Overall, mild to moderate levels of psychosocial impairment were evident in work (includes academics) and interpersonal (includes family and friends) domains of functioning in our sample of BP youth. On average, BP youth endorsed good recreational functioning but reported moderate dissatisfaction with their overall level of functioning.
Multivariate analysis indicated that overall functional impairment among BP youth is greatest among adolescents (regardless of whether illness onset was in childhood or adolescence), those currently in a mood episode, with current psychotic symptoms, and current CD. Poorer interpersonal functioning was most strongly associated with current psychosis, CD and ODD, whereas poorer work functioning was predicted by older age, current mood episode, and greater manic severity. Impairment in recreational functioning was greatest among adolescents with late onset, those in a current mood episode, and those with greater depressive severity. Finally, dissatisfaction with functioning was most highly associated with adolescence (regardless of age of onset), current mood episode, greater depressive severity, and CD.
The level of functional impairment on the semi-structured A-LIFE scale in this sample is similar to that reported among adolescents with body dysmorphic disorder (Phillips et al. 2006
). As compared with two other recent studies of functioning in BP youth, our findings indicate less functional impairment--this may be explained by two methodological differences: the type of assessment instruments used and the definition of psychosocial functioning employed. Rucklidge (2006)
reported on intra-individual domains of functioning (e.g., self-esteem) using self-report methodology, whereas Esposito-Smythers et al. (2006)
examined family functioning (e.g., conflict) via self- and parent-report.
Like Biederman et al. (2005)
, we found that BP adolescents, regardless of age of onset, reported greater functional impairment across domains than BP children. Given that psychosocial demands increase throughout development, older youth may find their illness symptoms render them less capable of meeting the mounting psychosocial challenges.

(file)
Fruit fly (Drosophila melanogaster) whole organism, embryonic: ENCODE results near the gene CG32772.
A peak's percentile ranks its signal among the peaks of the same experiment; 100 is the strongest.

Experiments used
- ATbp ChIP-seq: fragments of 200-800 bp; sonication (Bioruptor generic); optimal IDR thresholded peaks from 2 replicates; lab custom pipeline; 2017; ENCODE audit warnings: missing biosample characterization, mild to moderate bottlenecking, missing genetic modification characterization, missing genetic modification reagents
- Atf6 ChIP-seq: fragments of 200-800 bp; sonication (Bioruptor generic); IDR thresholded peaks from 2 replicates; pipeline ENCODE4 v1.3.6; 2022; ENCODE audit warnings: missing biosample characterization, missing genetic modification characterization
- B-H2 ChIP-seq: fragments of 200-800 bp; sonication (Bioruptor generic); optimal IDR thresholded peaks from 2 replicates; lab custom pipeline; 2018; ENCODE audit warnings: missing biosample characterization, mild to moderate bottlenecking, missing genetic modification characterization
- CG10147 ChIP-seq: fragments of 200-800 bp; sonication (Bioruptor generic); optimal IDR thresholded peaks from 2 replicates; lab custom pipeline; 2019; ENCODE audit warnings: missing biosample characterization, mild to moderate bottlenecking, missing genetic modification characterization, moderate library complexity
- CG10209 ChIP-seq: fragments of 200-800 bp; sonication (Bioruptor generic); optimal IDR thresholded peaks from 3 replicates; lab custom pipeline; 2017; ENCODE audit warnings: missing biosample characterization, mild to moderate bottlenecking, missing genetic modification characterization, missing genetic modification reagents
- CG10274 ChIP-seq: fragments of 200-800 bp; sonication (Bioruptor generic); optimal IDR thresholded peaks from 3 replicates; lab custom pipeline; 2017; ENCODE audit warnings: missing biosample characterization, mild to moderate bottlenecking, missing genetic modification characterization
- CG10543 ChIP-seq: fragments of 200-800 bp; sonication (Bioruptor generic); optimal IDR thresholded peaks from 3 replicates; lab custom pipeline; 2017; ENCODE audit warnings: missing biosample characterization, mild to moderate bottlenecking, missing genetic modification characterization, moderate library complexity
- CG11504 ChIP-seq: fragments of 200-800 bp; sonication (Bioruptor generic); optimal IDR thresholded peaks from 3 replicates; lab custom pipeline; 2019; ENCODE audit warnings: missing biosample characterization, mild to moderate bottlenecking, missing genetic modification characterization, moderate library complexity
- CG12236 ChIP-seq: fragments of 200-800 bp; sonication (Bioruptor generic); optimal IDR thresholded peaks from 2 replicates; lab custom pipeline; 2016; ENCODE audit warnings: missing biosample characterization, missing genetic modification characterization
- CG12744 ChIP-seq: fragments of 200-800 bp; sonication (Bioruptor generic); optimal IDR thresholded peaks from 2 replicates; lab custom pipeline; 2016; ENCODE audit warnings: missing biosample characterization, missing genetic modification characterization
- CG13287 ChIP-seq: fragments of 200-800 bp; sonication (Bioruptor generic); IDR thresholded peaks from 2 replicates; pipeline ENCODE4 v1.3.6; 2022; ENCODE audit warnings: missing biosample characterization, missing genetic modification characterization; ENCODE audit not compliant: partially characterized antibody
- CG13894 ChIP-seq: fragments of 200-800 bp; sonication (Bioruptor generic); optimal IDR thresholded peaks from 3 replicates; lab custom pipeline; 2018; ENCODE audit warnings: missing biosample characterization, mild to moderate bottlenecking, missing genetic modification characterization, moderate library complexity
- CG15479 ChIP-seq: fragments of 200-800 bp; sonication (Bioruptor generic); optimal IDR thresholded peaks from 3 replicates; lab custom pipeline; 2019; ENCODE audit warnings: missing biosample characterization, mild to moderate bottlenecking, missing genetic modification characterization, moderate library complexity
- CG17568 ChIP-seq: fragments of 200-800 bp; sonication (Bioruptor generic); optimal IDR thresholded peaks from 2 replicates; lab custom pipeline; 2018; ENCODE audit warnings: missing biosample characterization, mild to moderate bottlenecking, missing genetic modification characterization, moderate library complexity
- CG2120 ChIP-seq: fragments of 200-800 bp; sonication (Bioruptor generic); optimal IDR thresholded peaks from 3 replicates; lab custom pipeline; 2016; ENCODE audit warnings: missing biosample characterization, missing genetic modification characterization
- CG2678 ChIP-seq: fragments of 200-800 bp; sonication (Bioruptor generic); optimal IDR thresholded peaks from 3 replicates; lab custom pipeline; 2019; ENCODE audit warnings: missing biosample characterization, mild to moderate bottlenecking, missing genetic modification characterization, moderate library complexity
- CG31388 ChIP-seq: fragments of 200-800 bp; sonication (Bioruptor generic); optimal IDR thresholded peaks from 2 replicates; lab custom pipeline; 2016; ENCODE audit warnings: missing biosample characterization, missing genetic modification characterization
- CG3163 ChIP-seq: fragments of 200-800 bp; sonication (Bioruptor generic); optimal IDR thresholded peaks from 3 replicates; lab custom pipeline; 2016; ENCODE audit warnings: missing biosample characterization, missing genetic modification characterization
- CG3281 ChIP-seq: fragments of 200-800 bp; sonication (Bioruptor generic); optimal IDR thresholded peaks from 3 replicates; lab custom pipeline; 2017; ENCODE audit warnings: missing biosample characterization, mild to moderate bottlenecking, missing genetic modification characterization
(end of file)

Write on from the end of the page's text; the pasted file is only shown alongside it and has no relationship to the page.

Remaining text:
It is noteworthy that mild to moderate impairment was evident in work, interpersonal, and satisfaction domains, whereas recreational functioning remained good even while in-episode. This finding is similar to that reported by Rademacher et al. (2007)
in which acutely manic/mixed adolescents exhibited impairment when compared with national norms in all domains of psychosocial functioning with the exception of “social limitations.” Our clinical experience indicates that many BP youth engage in recreational activities that remain feasible during symptomatic periods (e.g., playing computer games). It is also possible that hypomanic symptoms “buffer” against the negative impact of the illness on functioning, and even serve to enhance functioning in certain domains.
Results indicate that current psychosis is a strong predictor of impairment across functional domains in pediatric BP. Given findings from Birmaher et al. (2006)
from the first 263 COBY subjects in which lifetime psychosis predicted more time with mood symptoms over follow-up, psychosis may serve as a marker for greater illness duration and severity, thereby influencing psychosocial functioning.
Functioning did not differ between BP subtypes (I, II, NOS) in the present sample of youth. These findings converge with Judd's (2007)
findings in adults and suggest that BP spectrum illnesses confer similar risk for disability and impairment. Similar to findings from other samples of depressed (Seeley 2002
) and BP youth (Biederman et al. 1997
), we found that comorbid CD was associated with particularly poor outcomes.